Seshadri Kumar has a comprehensive analysis of what happened and why.
Kanishka Sinha offers a fascinating set of parallels between Trump and Narendra Modi.
Raja Visweswaran provides a comforting explanation to his disappointed and apprehensive children.
I have heard women from that cohort defend their preference ("He's impractical, she's pragmatic"), but I see that as post-facto rationalisation. They voted for the woman for sexist reasons, pure and simple.
Well, how did that karma sandwich taste the morning after?
I believe Bernie Sanders could have beaten Trump, for at least three reasons:
1. Sanders criticised the unfairness of the global capitalist system with more credibility than Trump did, and of course with far greater credibility than Clinton could ever hope to muster. He stood up for the people who lost out on account of the New Economy, and has a track record of having done so consistently. He had the moral high ground from which to expose Trump's hypocrisy on imported steel, migrant labour and unpaid contractors. As the "establishment candidate", Clinton never had a chance to call out Trump on his hollow platform.
2. Sanders has a long public record, and it's clean. Clinton's team tried its best to dig up dirt on him during the primaries, and they couldn't manage anything. It's unlikely that Trump could have flung any mud on him that would stick, unlike what he did to Clinton. She was a highly flawed candidate whose flaws stood exposed throughout the campaign. Whether it was policy flip-flops, highly paid speaking engagements paid for by Wall Street, a track record of warmongering, or the infamous email scandal, she was far from being squeaky clean. The Clinton-Trump clash was a choice between two evils. A Sanders-Trump match would have been a clear choice between good and evil.
In short, the reason the world is looking at a President Trump today is because many women who call themselves feminist couldn't recognise and fight the sexism in their own minds.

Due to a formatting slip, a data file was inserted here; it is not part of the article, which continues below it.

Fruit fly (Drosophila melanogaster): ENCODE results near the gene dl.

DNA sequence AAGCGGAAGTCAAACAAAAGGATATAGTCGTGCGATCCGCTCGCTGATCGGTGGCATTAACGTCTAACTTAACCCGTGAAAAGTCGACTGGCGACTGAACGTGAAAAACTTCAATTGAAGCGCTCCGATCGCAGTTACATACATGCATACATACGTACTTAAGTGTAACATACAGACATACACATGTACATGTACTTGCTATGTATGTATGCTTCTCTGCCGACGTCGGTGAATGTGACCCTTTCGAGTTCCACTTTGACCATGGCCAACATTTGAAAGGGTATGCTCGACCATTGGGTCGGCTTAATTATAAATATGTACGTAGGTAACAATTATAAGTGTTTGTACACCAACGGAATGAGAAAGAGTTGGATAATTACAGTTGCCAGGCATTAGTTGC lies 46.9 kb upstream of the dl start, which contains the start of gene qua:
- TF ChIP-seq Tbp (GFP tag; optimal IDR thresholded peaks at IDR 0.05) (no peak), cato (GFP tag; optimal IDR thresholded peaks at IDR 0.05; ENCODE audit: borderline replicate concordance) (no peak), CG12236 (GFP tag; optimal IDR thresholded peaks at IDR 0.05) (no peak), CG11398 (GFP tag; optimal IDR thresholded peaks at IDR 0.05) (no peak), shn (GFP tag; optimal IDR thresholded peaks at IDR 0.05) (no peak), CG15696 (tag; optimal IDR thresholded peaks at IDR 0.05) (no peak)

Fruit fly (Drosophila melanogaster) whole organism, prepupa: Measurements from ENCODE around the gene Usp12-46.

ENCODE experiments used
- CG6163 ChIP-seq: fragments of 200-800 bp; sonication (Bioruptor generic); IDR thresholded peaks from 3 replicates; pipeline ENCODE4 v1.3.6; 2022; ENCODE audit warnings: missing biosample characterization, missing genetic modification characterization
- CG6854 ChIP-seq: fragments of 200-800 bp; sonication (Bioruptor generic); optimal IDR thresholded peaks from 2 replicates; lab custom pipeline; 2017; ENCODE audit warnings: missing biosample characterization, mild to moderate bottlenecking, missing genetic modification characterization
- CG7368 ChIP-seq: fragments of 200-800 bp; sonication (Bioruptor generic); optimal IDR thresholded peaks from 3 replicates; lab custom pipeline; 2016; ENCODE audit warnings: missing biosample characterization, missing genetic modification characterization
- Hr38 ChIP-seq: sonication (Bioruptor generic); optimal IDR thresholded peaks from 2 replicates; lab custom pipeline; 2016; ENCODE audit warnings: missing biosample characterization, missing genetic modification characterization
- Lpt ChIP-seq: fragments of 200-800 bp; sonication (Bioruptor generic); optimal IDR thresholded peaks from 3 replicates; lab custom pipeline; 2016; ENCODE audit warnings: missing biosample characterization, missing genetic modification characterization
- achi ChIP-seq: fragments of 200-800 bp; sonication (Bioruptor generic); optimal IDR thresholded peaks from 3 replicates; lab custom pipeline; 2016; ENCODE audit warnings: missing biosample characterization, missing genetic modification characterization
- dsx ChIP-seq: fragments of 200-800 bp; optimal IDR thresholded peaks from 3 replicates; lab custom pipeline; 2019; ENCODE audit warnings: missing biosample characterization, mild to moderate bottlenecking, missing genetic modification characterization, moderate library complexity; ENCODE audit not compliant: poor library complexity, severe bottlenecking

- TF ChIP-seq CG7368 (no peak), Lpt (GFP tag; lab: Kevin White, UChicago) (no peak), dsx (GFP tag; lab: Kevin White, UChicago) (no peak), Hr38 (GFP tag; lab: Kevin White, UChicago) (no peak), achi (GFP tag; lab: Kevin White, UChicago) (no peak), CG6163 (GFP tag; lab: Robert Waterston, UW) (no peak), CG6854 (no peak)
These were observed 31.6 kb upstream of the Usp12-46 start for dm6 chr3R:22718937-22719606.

2. There are (thankfully) limits to money power
As a member of the elite myself, I have attended economics lectures and swallowed without question the idea that free trade is an unmitigated good, and that Ricardo's Law of Comparative Advantage proves it to be so. Well, that's only true in a macro sense. At the micro level, there are winners and losers from free trade in every country, and it is the responsibility of each country's ruling elites to ensure an equitable distribution of the benefits of free trade to all parties. That has never happened to date in any country. The winners keep all their winnings to themselves, and don't share any of it with their less fortunate compatriots. There are people who have personally lost out on account of it, and yet the elites expect them to keep supporting globalisation, outsourcing, free trade and other aspects of the New Economy because they expect the virtues of these to be self-evident to anyone who isn't a troglodyte. Well, the dispossessed can protest, and they are doing so now.
I personally believe that the creeping advance of the "Technology Singularity" is responsible for what is recognised to be a jobless recovery in most advanced countries, and this trend will only exacerbate the pain that ordinary people are going to face. These are structural problems, and they cannot be solved by protectionist band-aid. I believe the only workable long-term solution is a socialistic one - a guaranteed minimum income paid to every household, from taxes levied on businesses that operate without the costs of employing human labour. There will be a painful transition to an ultimately pleasurable "leisure society", but conservatives are fundamentally incapable of conceptualising it or ushering it in. Their repertoire of traditional conservative solutions (small government, low taxes and private enterprise) will fail them dramatically in the New Economy as capitalism clashes ever more dramatically with democracy. Ultimately, the Republicans will lose power altogether unless they jettison economic conservatism.
Trump is famously unpredictable, volatile and narcissistic. He has all the makings of a maniacal despot. On the other hand, he has more than once expressed his desire to bring US troops home, and has said he would ask allies to pay for their own defence, which is a more conservative, isolationist stance than that of any US president in recent memory. He is also far more likely than Obama or Hillary Clinton to arrive at an amicable arrangement with Russia's Putin and de-escalate tensions in the Middle East.
There's a lot to fear, but there's also hope. Obama started his term by winning the Nobel Peace Prize. By the end of his term, the US was bombing seven countries, with none of those bombings authorised by Congress (see video below). Trump enters the White House amidst widespread trepidation. It is possible he could belie those fears just as Obama belied hopes.
And those are some of my thoughts after the US poll verdict.